• Use skip/branching logic to guide participants through the session.
  • Consider the amount of time a participant may spend on each task. For a 30 minute session, we recommend designing the test to take 20 minutes to complete to allow for slower participants. 

Deciding Which Method to Use

If you’ve made it this far, you’re probably wondering which method you should go with. Well, there’s no one clear way to decide which method to use because all studies are different and should be addressed on a case-by-case basis. To help point you in the right direction, we came up with 3 questions you should ask yourself:

(1) Does your study involve software (app, website) or hardware (physical product)? 

In-person moderated studies are inherently better equipped to handle hardware because the moderator is in the same room as the participant which allows them to observe the physical interactions as well as stepping in when participants get stuck. Remote studies work best with software.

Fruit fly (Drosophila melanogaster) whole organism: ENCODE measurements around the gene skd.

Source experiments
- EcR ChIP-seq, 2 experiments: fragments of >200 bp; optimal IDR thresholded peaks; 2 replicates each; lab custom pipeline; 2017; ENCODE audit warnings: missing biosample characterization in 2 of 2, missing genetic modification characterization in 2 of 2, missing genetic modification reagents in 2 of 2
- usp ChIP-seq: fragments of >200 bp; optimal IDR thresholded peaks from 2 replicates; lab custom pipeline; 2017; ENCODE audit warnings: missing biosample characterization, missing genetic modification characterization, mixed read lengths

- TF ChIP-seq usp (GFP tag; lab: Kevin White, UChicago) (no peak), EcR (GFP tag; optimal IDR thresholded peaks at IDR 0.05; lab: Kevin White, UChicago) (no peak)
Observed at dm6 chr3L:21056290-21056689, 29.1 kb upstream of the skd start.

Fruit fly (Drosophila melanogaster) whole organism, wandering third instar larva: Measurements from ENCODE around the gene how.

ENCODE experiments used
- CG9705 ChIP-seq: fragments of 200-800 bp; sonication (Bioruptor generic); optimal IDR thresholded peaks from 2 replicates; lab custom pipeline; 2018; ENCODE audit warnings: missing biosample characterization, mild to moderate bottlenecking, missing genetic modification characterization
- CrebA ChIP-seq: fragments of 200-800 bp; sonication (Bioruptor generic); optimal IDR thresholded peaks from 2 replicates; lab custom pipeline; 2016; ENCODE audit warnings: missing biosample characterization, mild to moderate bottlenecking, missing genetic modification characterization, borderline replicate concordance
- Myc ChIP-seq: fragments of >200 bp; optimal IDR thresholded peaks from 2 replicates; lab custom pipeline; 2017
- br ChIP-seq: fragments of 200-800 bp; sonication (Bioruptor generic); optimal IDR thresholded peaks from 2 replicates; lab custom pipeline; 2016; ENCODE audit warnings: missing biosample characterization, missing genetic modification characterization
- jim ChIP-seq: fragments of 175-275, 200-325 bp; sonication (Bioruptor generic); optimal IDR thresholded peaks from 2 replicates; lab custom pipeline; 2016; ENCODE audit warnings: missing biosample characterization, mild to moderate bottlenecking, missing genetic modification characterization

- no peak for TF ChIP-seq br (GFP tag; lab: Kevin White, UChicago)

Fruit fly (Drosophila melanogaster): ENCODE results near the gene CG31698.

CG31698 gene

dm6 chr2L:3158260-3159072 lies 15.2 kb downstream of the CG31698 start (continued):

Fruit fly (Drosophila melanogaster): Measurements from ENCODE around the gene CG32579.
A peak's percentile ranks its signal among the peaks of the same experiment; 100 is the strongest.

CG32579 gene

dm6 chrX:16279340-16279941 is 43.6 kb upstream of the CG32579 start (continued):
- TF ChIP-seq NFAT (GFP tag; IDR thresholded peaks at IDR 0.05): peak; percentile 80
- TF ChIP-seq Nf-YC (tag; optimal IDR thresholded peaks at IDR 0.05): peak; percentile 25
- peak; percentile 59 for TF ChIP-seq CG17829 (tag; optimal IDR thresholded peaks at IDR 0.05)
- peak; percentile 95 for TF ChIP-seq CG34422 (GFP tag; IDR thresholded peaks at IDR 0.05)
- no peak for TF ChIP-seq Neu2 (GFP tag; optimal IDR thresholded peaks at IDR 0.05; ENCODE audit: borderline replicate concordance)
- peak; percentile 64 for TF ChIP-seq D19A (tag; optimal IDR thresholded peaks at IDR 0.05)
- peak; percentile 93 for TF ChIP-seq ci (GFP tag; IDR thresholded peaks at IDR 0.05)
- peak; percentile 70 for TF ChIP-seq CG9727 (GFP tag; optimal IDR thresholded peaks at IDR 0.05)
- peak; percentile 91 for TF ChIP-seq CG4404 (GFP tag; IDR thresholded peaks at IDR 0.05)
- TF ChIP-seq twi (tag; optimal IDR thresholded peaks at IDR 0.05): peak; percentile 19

(2) Which characteristic of your study is most important? Physical environment, flexibility, or logistics?

Does your study require you to physically be beside the participant in a specific environment? If so, in-person moderated studies sound like the way to go. Perhaps you’re more concerned with having the option to probe and explore certain topics. If that’s the case, you’ll want to go with a moderated study, either in-person or remote. Maybe you’re working with a limited budget, pressed for time, or looking to test with a large number of participants. If the answer to any of those questions is yes, consider running a remote unmoderated study. 

(3) Are you looking to identify opportunities (generative) or test a product (evaluative)? 

Whether it’s in-person moderated, remote moderated, or remote unmoderated, you’ll still have opportunities to conduct either generative or evaluative research. Below, you’ll find a breakdown of each method and the types of studies you can run. 

Conclusion

User Experience, and particularly UX research, is a field that is constantly evolving to fit the ever-changing needs of businesses and users alike. Change is unavoidable and although situations like the Covid-19 pandemic may introduce seemingly insurmountable obstacles, the silver lining is that it forces us to explore other options and expand the ways in which we achieve our research goals. We’re fortunate to be living an age where human insights are only a click away; so why not make the most of it?  

A recording of the full webinar can be accessed here